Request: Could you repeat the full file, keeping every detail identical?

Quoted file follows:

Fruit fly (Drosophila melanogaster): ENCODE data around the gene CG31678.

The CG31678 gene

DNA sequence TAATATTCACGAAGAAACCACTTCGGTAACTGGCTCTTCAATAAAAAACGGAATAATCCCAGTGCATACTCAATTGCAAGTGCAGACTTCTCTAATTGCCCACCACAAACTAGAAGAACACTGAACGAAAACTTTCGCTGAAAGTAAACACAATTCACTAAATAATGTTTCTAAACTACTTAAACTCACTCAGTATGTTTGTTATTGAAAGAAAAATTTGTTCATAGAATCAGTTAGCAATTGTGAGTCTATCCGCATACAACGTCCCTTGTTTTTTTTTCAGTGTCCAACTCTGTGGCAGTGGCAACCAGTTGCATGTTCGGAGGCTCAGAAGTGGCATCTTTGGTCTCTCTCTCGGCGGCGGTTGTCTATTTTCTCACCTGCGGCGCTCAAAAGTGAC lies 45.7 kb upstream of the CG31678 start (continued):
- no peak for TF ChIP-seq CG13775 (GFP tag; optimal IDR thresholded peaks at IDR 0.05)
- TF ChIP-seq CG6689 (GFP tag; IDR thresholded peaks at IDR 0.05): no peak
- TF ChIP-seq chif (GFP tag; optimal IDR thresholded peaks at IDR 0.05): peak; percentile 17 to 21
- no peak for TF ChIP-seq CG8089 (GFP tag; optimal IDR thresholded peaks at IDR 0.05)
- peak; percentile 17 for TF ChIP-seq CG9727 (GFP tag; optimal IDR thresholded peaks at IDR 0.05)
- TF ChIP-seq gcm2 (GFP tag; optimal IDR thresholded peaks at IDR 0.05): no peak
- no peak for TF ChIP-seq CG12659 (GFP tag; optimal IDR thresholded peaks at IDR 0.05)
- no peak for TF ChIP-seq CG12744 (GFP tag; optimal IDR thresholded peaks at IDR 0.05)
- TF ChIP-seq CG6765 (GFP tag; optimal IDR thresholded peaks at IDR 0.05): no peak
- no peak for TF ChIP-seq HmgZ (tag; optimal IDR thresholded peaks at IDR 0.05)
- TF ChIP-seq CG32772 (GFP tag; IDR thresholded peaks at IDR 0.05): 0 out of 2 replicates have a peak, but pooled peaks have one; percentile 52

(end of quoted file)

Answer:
Fruit fly (Drosophila melanogaster): ENCODE data around the gene CG31678.

The CG31678 gene

DNA sequence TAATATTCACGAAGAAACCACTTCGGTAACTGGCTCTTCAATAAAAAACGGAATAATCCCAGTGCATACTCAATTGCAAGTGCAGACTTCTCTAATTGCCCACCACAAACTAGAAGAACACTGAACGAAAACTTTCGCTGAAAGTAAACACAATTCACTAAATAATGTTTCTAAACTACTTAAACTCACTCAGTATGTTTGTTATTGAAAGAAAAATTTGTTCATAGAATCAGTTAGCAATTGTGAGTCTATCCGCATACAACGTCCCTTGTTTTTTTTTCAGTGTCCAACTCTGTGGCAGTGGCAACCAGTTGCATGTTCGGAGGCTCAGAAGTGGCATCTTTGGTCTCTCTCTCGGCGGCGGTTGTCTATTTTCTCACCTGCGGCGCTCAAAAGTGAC lies 45.7 kb upstream of the CG31678 start (continued):
- no peak for TF ChIP-seq CG13775 (GFP tag; optimal IDR thresholded peaks at IDR 0.05)
- TF ChIP-seq CG6689 (GFP tag; IDR thresholded peaks at IDR 0.05): no peak
- TF ChIP-seq chif (GFP tag; optimal IDR thresholded peaks at IDR 0.05): peak; percentile 17 to 21
- no peak for TF ChIP-seq CG8089 (GFP tag; optimal IDR thresholded peaks at IDR 0.05)
- peak; percentile 17 for TF ChIP-seq CG9727 (GFP tag; optimal IDR thresholded peaks at IDR 0.05)
- TF ChIP-seq gcm2 (GFP tag; optimal IDR thresholded peaks at IDR 0.05): no peak
- no peak for TF ChIP-seq CG12659 (GFP tag; optimal IDR thresholded peaks at IDR 0.05)
- no peak for TF ChIP-seq CG12744 (GFP tag; optimal IDR thresholded peaks at IDR 0.05)
- TF ChIP-seq CG6765 (GFP tag; optimal IDR thresholded peaks at IDR 0.05): no peak
- no peak for TF ChIP-seq HmgZ (tag; optimal IDR thresholded peaks at IDR 0.05)
- TF ChIP-seq CG32772 (GFP tag; IDR thresholded peaks at IDR 0.05): 0 out of 2 replicates have a peak, but pooled peaks have one; percentile 52